Let me emphasize, this is almost every news report that is about something that I know absolutely! So, what does this mean about everything else in the news – the articles on something I don’t already know about? Without having done a public survey of news accuracy, I can only assume that all news is chock-full of falsehoods – why would it be limited to my areas of expertise?

Is this fake news or false news? If it is intentionally wrong, with the purpose of misleading the reader, as is the case in many internet articles or tabloids sold at the grocery store checkout counter, then it is obviously fake news. If it is honest mistakes, even from sloppy reporting, it is false news. What if it is dissemination of information by someone who is seen as an expert, or claims to be an expert, but is not?

Bill Nye the “Science Guy” comes to mind. He seems to know a lot about science (could be his writers), but he is not really a scientist and besides, can’t be an expert in all the areas of science he talks about. He was a mechanical engineer, and Wikipedia (correctly, in my view) labels him a “science communicator.” So, when he says something that is either factually wrong, or presents something as a certainty that is still under debate, is that fake news or false news?

The president regularly tweets about “fake news.” In some cases it may be fake news; more commonly it is probably false news, or just something he doesn’t agree with. When a political party pays people to agitate at an adversary’s campaign rally, is that fake news? The event really happened, but the real news is that it was a fake protest.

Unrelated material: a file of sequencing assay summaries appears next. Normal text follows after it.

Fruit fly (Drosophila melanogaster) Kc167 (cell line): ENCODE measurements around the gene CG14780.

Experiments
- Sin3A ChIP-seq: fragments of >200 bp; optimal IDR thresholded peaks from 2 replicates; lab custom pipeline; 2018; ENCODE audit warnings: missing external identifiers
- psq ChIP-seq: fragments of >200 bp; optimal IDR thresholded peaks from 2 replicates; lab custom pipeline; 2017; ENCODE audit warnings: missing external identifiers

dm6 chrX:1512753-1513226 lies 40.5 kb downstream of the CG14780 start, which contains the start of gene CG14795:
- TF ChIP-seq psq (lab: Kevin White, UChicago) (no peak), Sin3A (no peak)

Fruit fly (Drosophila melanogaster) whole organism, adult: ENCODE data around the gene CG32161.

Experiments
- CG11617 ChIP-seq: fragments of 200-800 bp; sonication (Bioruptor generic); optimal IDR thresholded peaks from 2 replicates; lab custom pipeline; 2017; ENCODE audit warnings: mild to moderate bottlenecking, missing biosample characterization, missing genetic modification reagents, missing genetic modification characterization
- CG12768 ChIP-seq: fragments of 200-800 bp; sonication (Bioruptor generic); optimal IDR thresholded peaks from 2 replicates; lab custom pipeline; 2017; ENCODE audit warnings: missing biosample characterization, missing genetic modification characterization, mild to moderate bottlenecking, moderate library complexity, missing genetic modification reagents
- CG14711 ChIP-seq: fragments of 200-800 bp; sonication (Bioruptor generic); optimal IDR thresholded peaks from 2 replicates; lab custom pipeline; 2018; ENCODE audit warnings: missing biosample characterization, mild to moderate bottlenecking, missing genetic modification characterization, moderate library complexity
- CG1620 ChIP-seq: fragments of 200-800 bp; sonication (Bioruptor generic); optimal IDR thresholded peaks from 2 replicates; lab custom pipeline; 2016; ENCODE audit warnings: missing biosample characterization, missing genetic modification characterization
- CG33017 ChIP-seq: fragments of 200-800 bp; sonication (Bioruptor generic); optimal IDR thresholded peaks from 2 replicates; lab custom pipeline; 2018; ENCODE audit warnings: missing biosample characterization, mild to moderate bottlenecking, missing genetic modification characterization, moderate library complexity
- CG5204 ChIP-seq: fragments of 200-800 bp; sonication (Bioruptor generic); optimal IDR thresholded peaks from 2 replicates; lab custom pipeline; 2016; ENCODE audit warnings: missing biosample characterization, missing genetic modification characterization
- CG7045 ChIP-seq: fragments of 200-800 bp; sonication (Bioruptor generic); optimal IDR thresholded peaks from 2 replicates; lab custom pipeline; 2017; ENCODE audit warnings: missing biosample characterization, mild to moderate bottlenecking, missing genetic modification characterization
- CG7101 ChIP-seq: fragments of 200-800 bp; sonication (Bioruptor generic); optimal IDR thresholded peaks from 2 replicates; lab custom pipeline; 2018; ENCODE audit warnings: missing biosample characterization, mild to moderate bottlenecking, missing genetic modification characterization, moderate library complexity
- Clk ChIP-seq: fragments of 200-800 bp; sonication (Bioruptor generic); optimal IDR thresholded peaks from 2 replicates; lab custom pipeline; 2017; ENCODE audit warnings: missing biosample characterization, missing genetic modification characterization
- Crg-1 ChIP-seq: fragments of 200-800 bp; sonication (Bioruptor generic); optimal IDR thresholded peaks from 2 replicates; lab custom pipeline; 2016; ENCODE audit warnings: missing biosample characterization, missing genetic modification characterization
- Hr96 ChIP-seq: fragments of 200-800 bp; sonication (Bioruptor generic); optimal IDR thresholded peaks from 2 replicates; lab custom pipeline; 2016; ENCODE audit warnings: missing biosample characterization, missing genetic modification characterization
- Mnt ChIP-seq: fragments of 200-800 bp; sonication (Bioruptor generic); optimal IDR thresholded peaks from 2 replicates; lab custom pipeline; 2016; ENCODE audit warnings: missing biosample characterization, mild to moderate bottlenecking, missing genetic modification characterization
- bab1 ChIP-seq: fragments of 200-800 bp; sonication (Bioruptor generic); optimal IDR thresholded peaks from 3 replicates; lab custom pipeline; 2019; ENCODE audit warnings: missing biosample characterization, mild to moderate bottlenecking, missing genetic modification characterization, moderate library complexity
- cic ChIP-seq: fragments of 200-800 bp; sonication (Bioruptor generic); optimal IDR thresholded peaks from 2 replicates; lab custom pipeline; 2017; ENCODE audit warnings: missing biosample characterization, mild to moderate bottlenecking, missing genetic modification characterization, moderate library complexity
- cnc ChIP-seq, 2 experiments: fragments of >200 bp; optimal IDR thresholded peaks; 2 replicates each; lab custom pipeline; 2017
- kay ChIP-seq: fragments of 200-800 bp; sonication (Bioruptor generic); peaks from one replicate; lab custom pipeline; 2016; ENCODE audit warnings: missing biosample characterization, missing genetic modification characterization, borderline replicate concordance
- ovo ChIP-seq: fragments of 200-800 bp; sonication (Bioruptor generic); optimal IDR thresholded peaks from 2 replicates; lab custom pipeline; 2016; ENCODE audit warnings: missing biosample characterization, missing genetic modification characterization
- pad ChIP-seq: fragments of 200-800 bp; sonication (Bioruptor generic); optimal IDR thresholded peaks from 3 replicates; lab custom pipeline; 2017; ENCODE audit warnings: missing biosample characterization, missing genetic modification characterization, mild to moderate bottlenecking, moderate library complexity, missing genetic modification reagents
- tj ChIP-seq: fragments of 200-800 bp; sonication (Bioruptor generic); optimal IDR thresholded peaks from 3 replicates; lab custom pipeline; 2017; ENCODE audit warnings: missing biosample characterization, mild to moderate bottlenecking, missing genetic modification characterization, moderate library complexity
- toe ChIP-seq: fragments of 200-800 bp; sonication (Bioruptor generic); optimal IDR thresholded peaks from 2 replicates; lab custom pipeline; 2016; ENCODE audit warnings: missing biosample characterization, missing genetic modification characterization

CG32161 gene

Can we even trust peer-reviewed scientific journals? As scientists have become advocates for their personal beliefs, it is becoming obvious that the reviewers and editors are often becoming censors of things they don’t agree with or that don’t fit their social agenda. Because of this, some researchers are advocating self-publishing on the internet as a way around the problem. But without the prestige of a known journal, it is hard to get anyone to even find your work on the internet, let alone bother to read it.

So, how can we know the truth about anything? We can’t trust the news, and maybe not even the scientific literature, so should we just not read or listen to it? Many people only watch news channels that fit their political point of view. So, they are missing out on opposing viewpoints. Maybe it doesn’t matter. If they can’t get really true news, false news is the best they can get and they don’t trust the other stations anyway. After all, they are just “fake news.”